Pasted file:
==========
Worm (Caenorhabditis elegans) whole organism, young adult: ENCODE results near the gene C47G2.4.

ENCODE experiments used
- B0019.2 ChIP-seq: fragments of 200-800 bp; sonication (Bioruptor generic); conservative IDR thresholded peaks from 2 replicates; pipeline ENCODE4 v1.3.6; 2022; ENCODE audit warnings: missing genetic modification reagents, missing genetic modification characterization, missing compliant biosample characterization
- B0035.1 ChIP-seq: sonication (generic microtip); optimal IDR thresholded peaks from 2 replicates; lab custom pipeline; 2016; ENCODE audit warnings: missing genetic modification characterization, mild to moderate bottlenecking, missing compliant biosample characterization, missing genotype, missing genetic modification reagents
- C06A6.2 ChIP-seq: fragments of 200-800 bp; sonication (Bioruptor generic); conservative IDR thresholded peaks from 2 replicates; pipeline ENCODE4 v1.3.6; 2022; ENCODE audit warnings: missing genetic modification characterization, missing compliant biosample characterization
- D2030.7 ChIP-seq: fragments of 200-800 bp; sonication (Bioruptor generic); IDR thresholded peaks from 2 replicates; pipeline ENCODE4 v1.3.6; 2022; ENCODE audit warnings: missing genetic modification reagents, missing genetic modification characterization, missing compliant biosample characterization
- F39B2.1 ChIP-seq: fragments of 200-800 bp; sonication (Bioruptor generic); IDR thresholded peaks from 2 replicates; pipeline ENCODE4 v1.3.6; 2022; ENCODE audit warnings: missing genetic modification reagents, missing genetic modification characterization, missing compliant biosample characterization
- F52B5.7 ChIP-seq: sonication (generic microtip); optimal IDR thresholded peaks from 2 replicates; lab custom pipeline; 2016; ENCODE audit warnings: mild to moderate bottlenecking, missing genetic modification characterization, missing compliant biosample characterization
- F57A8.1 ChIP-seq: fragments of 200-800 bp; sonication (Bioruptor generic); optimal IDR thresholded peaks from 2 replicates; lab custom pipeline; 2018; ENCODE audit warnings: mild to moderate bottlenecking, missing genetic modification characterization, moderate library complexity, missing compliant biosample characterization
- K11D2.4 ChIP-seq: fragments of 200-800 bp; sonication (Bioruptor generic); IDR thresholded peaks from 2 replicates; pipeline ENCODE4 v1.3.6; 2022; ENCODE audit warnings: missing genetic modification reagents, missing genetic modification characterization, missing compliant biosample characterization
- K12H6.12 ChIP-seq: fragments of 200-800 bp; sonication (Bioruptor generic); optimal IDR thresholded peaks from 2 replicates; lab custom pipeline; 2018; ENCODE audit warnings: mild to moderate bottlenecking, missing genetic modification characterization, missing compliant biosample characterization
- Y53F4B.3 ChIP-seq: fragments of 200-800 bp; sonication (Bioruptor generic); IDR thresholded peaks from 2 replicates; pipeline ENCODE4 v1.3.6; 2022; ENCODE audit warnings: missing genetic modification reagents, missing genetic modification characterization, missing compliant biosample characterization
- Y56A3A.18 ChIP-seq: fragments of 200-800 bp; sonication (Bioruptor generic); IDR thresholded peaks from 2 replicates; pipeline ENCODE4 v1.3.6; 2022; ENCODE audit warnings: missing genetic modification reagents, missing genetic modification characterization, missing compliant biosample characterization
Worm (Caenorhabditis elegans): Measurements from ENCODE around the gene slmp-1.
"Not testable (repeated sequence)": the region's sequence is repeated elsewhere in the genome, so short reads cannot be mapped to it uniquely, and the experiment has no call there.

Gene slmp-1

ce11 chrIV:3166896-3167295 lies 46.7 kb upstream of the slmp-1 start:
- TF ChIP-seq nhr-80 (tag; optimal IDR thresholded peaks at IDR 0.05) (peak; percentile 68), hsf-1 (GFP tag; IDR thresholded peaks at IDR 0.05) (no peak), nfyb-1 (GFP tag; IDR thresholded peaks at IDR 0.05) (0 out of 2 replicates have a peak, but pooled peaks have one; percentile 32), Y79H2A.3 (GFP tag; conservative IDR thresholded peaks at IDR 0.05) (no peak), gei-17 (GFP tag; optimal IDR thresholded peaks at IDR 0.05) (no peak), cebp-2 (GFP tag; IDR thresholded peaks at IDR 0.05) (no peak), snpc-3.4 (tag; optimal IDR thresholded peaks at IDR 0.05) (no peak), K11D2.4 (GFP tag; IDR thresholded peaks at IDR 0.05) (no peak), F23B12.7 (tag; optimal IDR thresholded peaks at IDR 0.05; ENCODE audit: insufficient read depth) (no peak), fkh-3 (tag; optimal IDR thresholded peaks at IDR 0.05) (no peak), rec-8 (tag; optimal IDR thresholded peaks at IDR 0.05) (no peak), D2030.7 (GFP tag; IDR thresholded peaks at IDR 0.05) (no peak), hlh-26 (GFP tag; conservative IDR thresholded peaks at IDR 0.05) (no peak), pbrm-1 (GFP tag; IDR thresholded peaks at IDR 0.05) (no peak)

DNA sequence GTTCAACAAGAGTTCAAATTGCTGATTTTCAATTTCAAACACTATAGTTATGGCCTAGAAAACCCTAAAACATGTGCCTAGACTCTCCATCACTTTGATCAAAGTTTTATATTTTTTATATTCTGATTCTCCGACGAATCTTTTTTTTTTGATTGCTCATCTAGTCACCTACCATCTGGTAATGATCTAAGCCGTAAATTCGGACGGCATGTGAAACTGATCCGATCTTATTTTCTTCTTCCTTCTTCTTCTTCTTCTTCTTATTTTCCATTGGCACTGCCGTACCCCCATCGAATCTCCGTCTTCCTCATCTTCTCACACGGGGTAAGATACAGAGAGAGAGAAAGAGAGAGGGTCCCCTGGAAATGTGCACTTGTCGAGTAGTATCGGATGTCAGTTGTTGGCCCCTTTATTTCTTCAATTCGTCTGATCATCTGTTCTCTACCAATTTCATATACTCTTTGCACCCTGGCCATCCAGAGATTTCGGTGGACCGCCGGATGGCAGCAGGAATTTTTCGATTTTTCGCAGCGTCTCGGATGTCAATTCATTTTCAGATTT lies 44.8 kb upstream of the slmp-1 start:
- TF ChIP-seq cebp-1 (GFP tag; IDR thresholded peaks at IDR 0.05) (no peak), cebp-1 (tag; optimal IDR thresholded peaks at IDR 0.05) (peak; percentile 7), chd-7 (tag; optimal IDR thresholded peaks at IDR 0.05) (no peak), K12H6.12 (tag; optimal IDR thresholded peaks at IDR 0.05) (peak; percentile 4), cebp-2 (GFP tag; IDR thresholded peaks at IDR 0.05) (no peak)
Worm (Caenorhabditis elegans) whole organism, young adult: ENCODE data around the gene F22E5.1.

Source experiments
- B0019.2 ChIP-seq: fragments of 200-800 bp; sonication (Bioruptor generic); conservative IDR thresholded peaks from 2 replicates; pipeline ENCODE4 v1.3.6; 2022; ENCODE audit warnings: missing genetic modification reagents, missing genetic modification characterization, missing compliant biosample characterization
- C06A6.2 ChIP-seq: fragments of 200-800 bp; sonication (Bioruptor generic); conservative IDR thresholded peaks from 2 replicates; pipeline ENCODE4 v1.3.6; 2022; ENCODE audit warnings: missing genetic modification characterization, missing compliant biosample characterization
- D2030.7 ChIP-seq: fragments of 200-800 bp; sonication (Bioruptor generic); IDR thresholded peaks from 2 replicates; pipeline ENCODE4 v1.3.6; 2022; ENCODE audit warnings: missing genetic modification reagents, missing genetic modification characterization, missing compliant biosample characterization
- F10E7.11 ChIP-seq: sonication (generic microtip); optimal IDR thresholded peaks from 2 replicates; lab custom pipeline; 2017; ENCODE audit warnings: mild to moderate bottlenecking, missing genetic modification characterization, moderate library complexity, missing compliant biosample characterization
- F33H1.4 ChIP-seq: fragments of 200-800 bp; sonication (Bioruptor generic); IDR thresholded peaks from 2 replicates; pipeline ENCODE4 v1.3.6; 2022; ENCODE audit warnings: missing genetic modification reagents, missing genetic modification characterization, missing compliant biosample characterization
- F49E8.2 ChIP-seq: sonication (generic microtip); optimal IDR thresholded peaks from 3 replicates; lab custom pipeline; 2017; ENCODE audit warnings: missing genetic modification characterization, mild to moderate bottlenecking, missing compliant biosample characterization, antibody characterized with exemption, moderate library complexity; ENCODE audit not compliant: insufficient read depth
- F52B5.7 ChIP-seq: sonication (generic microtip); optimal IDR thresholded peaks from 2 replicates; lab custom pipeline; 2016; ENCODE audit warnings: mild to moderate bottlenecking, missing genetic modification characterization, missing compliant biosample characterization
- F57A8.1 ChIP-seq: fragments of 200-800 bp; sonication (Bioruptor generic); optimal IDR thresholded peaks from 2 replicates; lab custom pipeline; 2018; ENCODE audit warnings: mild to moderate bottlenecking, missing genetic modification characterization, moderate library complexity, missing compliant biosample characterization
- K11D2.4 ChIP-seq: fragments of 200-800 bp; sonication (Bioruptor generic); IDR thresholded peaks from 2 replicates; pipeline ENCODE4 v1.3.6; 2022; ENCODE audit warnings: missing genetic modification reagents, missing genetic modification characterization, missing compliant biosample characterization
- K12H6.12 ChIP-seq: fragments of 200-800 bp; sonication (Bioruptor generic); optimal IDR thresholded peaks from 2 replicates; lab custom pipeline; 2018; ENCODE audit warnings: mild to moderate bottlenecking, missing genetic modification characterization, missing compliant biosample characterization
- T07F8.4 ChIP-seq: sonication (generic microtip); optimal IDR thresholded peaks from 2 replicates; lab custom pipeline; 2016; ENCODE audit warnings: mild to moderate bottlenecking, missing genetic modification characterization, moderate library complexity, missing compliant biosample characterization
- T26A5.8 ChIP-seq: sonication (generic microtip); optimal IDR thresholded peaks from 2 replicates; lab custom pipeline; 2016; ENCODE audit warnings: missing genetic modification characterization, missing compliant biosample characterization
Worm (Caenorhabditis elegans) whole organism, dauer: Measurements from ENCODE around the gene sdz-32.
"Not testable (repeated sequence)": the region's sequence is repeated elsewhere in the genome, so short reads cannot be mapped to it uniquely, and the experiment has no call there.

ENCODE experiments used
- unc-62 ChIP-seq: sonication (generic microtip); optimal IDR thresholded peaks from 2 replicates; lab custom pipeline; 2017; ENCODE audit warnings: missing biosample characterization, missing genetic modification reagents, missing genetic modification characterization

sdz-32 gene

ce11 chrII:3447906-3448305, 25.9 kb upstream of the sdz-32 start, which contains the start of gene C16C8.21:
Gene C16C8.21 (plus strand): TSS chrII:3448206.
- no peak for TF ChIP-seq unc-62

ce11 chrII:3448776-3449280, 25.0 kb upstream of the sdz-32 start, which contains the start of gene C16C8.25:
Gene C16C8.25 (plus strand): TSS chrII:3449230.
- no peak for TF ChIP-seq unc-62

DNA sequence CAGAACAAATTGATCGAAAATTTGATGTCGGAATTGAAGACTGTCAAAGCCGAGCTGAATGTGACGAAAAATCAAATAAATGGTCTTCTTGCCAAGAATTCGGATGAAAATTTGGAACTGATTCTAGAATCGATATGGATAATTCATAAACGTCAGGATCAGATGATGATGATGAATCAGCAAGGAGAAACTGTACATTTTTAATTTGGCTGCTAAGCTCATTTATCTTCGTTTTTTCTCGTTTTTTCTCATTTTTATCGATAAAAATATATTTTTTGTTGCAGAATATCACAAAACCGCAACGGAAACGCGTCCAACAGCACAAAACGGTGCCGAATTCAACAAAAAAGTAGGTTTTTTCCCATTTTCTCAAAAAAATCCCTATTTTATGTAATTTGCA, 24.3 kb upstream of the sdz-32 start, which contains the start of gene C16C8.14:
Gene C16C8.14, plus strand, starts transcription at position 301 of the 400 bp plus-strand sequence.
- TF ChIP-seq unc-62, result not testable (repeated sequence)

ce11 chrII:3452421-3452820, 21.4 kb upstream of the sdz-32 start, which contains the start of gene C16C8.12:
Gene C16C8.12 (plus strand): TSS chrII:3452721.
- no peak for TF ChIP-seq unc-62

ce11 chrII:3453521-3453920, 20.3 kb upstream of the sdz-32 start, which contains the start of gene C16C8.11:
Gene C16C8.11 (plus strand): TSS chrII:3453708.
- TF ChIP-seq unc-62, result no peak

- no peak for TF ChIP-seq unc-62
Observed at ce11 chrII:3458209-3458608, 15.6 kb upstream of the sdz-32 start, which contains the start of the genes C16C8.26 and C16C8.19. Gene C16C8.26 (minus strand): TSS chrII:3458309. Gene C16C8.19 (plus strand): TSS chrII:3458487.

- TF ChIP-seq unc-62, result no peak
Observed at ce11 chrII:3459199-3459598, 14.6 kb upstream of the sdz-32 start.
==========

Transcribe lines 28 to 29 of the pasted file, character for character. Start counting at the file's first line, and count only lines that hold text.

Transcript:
- F49E8.2 ChIP-seq: sonication (generic microtip); optimal IDR thresholded peaks from 3 replicates; lab custom pipeline; 2017; ENCODE audit warnings: missing genetic modification characterization, mild to moderate bottlenecking, missing compliant biosample characterization, antibody characterized with exemption, moderate library complexity; ENCODE audit not compliant: insufficient read depth
- F52B5.7 ChIP-seq: sonication (generic microtip); optimal IDR thresholded peaks from 2 replicates; lab custom pipeline; 2016; ENCODE audit warnings: mild to moderate bottlenecking, missing genetic modification characterization, missing compliant biosample characterization